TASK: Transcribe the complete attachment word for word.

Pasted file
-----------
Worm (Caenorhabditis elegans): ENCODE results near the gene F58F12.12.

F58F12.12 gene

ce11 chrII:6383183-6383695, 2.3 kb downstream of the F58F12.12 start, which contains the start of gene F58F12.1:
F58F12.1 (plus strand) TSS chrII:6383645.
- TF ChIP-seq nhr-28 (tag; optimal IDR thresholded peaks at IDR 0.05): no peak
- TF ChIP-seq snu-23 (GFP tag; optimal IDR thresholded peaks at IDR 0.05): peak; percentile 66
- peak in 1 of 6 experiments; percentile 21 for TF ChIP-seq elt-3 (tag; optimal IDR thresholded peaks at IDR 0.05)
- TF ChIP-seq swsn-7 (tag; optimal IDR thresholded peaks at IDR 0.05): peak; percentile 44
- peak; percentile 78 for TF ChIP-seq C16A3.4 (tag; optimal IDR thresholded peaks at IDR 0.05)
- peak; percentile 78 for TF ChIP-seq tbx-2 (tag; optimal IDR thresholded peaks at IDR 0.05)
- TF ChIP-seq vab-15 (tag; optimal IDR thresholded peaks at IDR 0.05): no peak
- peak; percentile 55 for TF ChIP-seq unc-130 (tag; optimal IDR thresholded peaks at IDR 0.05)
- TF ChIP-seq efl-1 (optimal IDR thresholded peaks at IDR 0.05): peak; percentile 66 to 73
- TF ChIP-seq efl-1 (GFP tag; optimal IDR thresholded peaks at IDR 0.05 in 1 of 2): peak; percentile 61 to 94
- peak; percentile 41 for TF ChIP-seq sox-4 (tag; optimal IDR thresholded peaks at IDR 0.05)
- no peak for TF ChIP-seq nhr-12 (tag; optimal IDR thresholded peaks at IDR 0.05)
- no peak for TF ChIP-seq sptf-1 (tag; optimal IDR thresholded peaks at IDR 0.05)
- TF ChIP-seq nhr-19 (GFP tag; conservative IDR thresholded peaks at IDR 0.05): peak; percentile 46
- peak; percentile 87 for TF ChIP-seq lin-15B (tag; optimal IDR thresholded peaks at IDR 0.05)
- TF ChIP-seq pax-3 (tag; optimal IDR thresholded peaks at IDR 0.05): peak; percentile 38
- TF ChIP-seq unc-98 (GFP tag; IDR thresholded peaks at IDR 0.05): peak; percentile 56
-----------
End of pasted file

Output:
Worm (Caenorhabditis elegans): ENCODE results near the gene F58F12.12.

F58F12.12 gene

ce11 chrII:6383183-6383695, 2.3 kb downstream of the F58F12.12 start, which contains the start of gene F58F12.1:
F58F12.1 (plus strand) TSS chrII:6383645.
- TF ChIP-seq nhr-28 (tag; optimal IDR thresholded peaks at IDR 0.05): no peak
- TF ChIP-seq snu-23 (GFP tag; optimal IDR thresholded peaks at IDR 0.05): peak; percentile 66
- peak in 1 of 6 experiments; percentile 21 for TF ChIP-seq elt-3 (tag; optimal IDR thresholded peaks at IDR 0.05)
- TF ChIP-seq swsn-7 (tag; optimal IDR thresholded peaks at IDR 0.05): peak; percentile 44
- peak; percentile 78 for TF ChIP-seq C16A3.4 (tag; optimal IDR thresholded peaks at IDR 0.05)
- peak; percentile 78 for TF ChIP-seq tbx-2 (tag; optimal IDR thresholded peaks at IDR 0.05)
- TF ChIP-seq vab-15 (tag; optimal IDR thresholded peaks at IDR 0.05): no peak
- peak; percentile 55 for TF ChIP-seq unc-130 (tag; optimal IDR thresholded peaks at IDR 0.05)
- TF ChIP-seq efl-1 (optimal IDR thresholded peaks at IDR 0.05): peak; percentile 66 to 73
- TF ChIP-seq efl-1 (GFP tag; optimal IDR thresholded peaks at IDR 0.05 in 1 of 2): peak; percentile 61 to 94
- peak; percentile 41 for TF ChIP-seq sox-4 (tag; optimal IDR thresholded peaks at IDR 0.05)
- no peak for TF ChIP-seq nhr-12 (tag; optimal IDR thresholded peaks at IDR 0.05)
- no peak for TF ChIP-seq sptf-1 (tag; optimal IDR thresholded peaks at IDR 0.05)
- TF ChIP-seq nhr-19 (GFP tag; conservative IDR thresholded peaks at IDR 0.05): peak; percentile 46
- peak; percentile 87 for TF ChIP-seq lin-15B (tag; optimal IDR thresholded peaks at IDR 0.05)
- TF ChIP-seq pax-3 (tag; optimal IDR thresholded peaks at IDR 0.05): peak; percentile 38
- TF ChIP-seq unc-98 (GFP tag; IDR thresholded peaks at IDR 0.05): peak; percentile 56